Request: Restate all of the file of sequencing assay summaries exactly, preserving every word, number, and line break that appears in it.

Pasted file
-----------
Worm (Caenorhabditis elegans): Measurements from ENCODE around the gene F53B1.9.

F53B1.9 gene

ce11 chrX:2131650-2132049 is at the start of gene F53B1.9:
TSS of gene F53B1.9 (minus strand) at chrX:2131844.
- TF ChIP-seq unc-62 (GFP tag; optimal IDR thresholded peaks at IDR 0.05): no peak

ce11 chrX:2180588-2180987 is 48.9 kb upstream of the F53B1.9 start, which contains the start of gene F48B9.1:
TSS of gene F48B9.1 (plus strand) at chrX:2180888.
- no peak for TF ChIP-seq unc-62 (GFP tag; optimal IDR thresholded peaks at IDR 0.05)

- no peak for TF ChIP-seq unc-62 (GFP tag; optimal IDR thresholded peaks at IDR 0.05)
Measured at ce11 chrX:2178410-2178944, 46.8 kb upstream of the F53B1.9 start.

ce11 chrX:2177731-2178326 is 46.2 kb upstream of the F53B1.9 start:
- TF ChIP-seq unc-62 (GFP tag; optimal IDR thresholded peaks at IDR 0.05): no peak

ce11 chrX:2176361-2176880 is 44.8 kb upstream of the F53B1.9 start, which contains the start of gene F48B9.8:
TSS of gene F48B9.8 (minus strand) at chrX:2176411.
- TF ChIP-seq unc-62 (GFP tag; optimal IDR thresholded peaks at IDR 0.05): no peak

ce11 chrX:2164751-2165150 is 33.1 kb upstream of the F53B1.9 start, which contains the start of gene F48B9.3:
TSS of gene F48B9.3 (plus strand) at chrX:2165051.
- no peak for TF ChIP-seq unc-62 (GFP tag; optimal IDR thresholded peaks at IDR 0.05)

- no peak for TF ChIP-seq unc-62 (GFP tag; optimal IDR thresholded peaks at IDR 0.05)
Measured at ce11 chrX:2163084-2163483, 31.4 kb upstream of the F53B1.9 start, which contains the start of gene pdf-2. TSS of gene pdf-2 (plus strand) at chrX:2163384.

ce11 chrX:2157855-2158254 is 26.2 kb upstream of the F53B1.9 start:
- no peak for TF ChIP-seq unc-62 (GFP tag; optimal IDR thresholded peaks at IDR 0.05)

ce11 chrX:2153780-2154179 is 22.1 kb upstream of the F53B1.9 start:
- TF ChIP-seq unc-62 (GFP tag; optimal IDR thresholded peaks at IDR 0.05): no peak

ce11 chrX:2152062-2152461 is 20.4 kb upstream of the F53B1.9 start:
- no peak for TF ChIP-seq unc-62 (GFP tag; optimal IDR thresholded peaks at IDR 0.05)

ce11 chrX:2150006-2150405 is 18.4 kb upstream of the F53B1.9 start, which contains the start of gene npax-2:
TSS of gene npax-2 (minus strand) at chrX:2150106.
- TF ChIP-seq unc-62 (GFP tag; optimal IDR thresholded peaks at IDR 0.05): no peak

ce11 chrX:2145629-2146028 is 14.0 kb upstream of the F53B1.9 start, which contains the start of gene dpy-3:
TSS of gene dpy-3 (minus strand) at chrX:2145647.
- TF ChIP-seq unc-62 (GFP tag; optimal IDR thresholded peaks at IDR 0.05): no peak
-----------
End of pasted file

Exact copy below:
Worm (Caenorhabditis elegans): Measurements from ENCODE around the gene F53B1.9.

F53B1.9 gene

ce11 chrX:2131650-2132049 is at the start of gene F53B1.9:
TSS of gene F53B1.9 (minus strand) at chrX:2131844.
- TF ChIP-seq unc-62 (GFP tag; optimal IDR thresholded peaks at IDR 0.05): no peak

ce11 chrX:2180588-2180987 is 48.9 kb upstream of the F53B1.9 start, which contains the start of gene F48B9.1:
TSS of gene F48B9.1 (plus strand) at chrX:2180888.
- no peak for TF ChIP-seq unc-62 (GFP tag; optimal IDR thresholded peaks at IDR 0.05)

- no peak for TF ChIP-seq unc-62 (GFP tag; optimal IDR thresholded peaks at IDR 0.05)
Measured at ce11 chrX:2178410-2178944, 46.8 kb upstream of the F53B1.9 start.

ce11 chrX:2177731-2178326 is 46.2 kb upstream of the F53B1.9 start:
- TF ChIP-seq unc-62 (GFP tag; optimal IDR thresholded peaks at IDR 0.05): no peak

ce11 chrX:2176361-2176880 is 44.8 kb upstream of the F53B1.9 start, which contains the start of gene F48B9.8:
TSS of gene F48B9.8 (minus strand) at chrX:2176411.
- TF ChIP-seq unc-62 (GFP tag; optimal IDR thresholded peaks at IDR 0.05): no peak

ce11 chrX:2164751-2165150 is 33.1 kb upstream of the F53B1.9 start, which contains the start of gene F48B9.3:
TSS of gene F48B9.3 (plus strand) at chrX:2165051.
- no peak for TF ChIP-seq unc-62 (GFP tag; optimal IDR thresholded peaks at IDR 0.05)

- no peak for TF ChIP-seq unc-62 (GFP tag; optimal IDR thresholded peaks at IDR 0.05)
Measured at ce11 chrX:2163084-2163483, 31.4 kb upstream of the F53B1.9 start, which contains the start of gene pdf-2. TSS of gene pdf-2 (plus strand) at chrX:2163384.

ce11 chrX:2157855-2158254 is 26.2 kb upstream of the F53B1.9 start:
- no peak for TF ChIP-seq unc-62 (GFP tag; optimal IDR thresholded peaks at IDR 0.05)

ce11 chrX:2153780-2154179 is 22.1 kb upstream of the F53B1.9 start:
- TF ChIP-seq unc-62 (GFP tag; optimal IDR thresholded peaks at IDR 0.05): no peak

ce11 chrX:2152062-2152461 is 20.4 kb upstream of the F53B1.9 start:
- no peak for TF ChIP-seq unc-62 (GFP tag; optimal IDR thresholded peaks at IDR 0.05)

ce11 chrX:2150006-2150405 is 18.4 kb upstream of the F53B1.9 start, which contains the start of gene npax-2:
TSS of gene npax-2 (minus strand) at chrX:2150106.
- TF ChIP-seq unc-62 (GFP tag; optimal IDR thresholded peaks at IDR 0.05): no peak

ce11 chrX:2145629-2146028 is 14.0 kb upstream of the F53B1.9 start, which contains the start of gene dpy-3:
TSS of gene dpy-3 (minus strand) at chrX:2145647.
- TF ChIP-seq unc-62 (GFP tag; optimal IDR thresholded peaks at IDR 0.05): no peak